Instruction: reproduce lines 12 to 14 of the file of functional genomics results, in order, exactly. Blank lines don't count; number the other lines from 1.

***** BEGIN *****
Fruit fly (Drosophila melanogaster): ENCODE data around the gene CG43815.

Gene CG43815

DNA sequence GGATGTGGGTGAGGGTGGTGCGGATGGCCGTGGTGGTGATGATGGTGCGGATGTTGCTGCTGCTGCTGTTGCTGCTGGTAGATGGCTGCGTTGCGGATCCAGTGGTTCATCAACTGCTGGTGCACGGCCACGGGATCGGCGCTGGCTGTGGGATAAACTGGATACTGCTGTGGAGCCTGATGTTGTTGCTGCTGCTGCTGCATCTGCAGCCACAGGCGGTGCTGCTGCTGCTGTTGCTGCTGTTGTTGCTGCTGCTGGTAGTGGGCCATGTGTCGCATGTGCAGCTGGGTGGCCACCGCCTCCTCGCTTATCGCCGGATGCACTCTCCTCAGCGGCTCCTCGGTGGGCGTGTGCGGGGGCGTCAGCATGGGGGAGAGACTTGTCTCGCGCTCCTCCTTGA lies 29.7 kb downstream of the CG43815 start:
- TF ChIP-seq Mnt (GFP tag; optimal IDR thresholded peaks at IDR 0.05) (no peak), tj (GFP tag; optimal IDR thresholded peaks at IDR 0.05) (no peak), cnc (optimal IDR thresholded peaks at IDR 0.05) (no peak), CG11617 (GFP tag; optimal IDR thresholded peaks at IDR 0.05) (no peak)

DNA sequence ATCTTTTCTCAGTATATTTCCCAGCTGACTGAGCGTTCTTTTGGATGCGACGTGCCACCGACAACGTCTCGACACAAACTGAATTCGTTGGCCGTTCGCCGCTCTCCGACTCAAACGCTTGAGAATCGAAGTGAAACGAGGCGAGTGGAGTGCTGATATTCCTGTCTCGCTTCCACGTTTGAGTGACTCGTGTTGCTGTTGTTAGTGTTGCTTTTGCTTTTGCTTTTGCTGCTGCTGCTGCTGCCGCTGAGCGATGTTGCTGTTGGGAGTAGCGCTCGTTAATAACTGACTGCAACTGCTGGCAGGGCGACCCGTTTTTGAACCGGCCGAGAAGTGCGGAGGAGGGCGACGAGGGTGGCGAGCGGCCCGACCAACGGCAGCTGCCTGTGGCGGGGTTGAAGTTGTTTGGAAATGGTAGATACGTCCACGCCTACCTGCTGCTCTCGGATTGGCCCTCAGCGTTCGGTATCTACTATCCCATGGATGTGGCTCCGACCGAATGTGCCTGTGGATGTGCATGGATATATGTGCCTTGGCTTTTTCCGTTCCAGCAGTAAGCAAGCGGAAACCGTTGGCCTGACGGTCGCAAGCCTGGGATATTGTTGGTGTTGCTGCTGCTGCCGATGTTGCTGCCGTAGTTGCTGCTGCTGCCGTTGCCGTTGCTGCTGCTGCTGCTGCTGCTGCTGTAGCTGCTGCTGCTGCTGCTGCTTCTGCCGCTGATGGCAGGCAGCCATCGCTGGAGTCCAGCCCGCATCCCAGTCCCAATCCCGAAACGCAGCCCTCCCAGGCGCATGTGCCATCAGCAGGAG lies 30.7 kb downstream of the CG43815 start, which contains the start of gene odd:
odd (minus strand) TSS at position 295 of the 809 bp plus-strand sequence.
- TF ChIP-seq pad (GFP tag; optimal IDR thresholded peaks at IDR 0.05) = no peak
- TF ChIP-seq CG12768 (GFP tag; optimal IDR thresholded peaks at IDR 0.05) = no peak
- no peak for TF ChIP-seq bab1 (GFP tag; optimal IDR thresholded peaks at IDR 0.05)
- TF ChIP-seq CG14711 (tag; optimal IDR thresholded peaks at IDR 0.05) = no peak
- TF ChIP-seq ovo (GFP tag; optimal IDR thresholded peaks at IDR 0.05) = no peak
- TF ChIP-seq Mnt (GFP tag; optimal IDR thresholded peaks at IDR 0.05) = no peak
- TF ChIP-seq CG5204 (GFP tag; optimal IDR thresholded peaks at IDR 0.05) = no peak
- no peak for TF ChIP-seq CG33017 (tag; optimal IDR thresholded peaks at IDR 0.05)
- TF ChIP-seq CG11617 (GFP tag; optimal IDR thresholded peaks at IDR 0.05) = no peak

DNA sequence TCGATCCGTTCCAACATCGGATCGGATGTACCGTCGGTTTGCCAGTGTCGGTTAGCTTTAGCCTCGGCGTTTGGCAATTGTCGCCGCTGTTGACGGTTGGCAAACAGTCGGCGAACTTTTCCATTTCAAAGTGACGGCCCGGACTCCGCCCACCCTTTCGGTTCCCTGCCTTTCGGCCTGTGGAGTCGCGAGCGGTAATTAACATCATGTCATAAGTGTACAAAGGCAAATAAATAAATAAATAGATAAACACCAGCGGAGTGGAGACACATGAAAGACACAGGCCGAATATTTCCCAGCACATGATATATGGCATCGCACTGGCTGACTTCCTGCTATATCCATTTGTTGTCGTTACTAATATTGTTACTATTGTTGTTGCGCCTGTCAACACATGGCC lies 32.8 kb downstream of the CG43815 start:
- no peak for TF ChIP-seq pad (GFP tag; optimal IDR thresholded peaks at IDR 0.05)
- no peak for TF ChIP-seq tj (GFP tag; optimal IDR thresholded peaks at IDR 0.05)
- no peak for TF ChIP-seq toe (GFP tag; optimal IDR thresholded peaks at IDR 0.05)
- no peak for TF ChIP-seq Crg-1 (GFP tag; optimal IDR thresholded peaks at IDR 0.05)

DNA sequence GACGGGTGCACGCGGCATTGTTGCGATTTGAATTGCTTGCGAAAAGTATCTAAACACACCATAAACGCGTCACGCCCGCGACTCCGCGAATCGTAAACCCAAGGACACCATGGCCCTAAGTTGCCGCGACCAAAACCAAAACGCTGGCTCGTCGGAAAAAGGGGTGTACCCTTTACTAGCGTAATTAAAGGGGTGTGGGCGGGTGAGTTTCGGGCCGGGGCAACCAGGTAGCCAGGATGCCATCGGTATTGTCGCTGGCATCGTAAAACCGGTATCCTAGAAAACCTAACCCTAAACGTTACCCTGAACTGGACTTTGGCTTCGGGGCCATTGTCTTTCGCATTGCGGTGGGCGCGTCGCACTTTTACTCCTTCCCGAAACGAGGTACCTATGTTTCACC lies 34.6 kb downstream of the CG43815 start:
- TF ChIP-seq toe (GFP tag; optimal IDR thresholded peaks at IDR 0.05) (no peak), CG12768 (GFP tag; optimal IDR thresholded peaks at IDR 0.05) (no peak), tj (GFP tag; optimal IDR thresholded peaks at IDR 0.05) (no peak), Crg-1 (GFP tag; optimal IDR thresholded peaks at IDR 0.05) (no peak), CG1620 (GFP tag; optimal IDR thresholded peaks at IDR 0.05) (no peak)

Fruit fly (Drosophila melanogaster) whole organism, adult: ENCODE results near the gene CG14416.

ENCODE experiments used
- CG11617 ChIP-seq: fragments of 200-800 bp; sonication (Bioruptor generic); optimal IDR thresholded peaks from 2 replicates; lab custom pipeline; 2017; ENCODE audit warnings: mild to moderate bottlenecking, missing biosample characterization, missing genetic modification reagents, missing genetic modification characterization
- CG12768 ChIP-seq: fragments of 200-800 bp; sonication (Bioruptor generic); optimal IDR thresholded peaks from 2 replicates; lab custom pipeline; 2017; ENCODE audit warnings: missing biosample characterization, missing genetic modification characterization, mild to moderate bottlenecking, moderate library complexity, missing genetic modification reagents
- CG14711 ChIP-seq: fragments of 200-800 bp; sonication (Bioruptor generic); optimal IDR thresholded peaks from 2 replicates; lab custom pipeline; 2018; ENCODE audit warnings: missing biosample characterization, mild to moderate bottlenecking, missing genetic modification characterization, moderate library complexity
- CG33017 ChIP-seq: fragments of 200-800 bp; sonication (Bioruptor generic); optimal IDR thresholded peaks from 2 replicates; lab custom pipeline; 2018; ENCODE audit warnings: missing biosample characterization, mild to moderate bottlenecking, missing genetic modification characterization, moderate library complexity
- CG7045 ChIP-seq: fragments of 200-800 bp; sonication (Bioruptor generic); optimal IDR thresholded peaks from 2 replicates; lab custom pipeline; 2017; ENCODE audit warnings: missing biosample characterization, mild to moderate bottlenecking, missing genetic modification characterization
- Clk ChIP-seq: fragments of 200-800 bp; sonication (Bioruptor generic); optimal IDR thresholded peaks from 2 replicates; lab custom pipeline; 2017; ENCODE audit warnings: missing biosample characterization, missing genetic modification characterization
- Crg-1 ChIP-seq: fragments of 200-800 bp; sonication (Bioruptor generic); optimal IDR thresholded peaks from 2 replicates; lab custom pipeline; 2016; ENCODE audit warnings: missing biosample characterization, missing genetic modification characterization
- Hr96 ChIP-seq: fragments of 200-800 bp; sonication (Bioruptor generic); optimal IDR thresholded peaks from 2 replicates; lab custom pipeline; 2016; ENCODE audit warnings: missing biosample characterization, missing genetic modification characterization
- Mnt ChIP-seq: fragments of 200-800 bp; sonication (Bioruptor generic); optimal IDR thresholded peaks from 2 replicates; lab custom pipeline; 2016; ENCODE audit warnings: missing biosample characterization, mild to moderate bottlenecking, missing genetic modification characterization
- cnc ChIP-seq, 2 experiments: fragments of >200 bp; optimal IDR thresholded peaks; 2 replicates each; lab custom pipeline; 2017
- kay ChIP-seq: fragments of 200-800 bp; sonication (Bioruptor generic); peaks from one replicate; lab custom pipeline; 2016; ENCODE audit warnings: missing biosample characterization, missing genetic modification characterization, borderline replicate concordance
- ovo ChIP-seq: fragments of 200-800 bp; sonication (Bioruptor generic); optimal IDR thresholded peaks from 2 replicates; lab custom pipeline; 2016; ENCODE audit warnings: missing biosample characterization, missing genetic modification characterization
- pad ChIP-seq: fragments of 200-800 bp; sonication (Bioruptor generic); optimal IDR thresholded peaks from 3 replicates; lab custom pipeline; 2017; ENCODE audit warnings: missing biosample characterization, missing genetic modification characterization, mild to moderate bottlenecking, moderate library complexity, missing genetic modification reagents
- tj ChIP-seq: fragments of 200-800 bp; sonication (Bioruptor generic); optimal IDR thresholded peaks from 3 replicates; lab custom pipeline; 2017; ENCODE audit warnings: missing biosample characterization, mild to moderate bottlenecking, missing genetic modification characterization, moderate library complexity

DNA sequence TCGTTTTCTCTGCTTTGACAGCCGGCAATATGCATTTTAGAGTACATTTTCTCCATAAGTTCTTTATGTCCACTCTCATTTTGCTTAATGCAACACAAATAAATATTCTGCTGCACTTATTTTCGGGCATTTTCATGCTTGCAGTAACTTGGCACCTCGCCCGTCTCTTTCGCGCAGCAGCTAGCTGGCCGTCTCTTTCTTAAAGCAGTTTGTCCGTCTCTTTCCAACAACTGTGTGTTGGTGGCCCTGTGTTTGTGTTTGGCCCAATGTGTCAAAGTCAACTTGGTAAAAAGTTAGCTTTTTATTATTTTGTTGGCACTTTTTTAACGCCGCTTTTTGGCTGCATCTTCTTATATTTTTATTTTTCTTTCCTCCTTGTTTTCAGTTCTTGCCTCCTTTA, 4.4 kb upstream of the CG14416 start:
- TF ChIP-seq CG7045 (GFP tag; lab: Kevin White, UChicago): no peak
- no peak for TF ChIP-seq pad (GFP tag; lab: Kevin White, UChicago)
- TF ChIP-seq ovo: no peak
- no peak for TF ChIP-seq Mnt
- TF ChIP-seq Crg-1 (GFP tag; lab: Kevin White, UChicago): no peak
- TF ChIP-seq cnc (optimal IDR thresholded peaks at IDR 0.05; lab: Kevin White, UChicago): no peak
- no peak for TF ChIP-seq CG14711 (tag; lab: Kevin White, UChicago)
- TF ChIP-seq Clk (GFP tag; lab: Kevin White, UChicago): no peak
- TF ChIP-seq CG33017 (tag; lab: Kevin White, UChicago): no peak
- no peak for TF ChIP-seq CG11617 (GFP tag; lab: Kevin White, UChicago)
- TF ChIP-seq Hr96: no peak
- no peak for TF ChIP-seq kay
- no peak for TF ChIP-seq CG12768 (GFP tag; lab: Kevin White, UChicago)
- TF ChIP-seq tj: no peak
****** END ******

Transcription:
- TF ChIP-seq Mnt (GFP tag; optimal IDR thresholded peaks at IDR 0.05) = no peak
- TF ChIP-seq CG5204 (GFP tag; optimal IDR thresholded peaks at IDR 0.05) = no peak
- no peak for TF ChIP-seq CG33017 (tag; optimal IDR thresholded peaks at IDR 0.05)